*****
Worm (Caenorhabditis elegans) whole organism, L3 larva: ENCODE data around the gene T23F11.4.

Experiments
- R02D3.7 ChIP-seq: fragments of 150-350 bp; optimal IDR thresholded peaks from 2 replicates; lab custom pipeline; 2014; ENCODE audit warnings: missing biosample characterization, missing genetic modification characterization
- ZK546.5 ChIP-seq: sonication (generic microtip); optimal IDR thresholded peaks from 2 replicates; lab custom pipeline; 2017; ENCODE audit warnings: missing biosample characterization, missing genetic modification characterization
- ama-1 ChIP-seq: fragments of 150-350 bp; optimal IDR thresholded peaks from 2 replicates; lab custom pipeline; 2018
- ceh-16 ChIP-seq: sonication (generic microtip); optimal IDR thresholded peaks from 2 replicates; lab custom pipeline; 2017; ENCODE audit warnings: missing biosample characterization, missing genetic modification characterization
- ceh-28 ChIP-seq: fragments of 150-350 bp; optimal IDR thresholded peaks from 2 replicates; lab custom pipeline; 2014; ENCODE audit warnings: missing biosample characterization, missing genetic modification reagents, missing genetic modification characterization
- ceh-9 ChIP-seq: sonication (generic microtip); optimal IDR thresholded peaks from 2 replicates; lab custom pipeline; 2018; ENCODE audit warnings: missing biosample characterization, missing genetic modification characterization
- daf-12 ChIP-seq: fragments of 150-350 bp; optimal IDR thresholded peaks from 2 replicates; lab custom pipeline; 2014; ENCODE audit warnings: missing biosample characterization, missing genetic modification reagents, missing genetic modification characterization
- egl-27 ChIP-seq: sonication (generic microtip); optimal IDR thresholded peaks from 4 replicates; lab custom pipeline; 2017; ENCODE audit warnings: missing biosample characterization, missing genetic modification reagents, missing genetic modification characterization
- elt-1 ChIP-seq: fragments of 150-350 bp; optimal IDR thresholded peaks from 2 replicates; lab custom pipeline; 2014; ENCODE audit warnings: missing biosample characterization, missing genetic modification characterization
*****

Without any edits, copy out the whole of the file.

Worm (Caenorhabditis elegans) whole organism, L3 larva: ENCODE data around the gene T23F11.4.

Experiments
- R02D3.7 ChIP-seq: fragments of 150-350 bp; optimal IDR thresholded peaks from 2 replicates; lab custom pipeline; 2014; ENCODE audit warnings: missing biosample characterization, missing genetic modification characterization
- ZK546.5 ChIP-seq: sonication (generic microtip); optimal IDR thresholded peaks from 2 replicates; lab custom pipeline; 2017; ENCODE audit warnings: missing biosample characterization, missing genetic modification characterization
- ama-1 ChIP-seq: fragments of 150-350 bp; optimal IDR thresholded peaks from 2 replicates; lab custom pipeline; 2018
- ceh-16 ChIP-seq: sonication (generic microtip); optimal IDR thresholded peaks from 2 replicates; lab custom pipeline; 2017; ENCODE audit warnings: missing biosample characterization, missing genetic modification characterization
- ceh-28 ChIP-seq: fragments of 150-350 bp; optimal IDR thresholded peaks from 2 replicates; lab custom pipeline; 2014; ENCODE audit warnings: missing biosample characterization, missing genetic modification reagents, missing genetic modification characterization
- ceh-9 ChIP-seq: sonication (generic microtip); optimal IDR thresholded peaks from 2 replicates; lab custom pipeline; 2018; ENCODE audit warnings: missing biosample characterization, missing genetic modification characterization
- daf-12 ChIP-seq: fragments of 150-350 bp; optimal IDR thresholded peaks from 2 replicates; lab custom pipeline; 2014; ENCODE audit warnings: missing biosample characterization, missing genetic modification reagents, missing genetic modification characterization
- egl-27 ChIP-seq: sonication (generic microtip); optimal IDR thresholded peaks from 4 replicates; lab custom pipeline; 2017; ENCODE audit warnings: missing biosample characterization, missing genetic modification reagents, missing genetic modification characterization
- elt-1 ChIP-seq: fragments of 150-350 bp; optimal IDR thresholded peaks from 2 replicates; lab custom pipeline; 2014; ENCODE audit warnings: missing biosample characterization, missing genetic modification characterization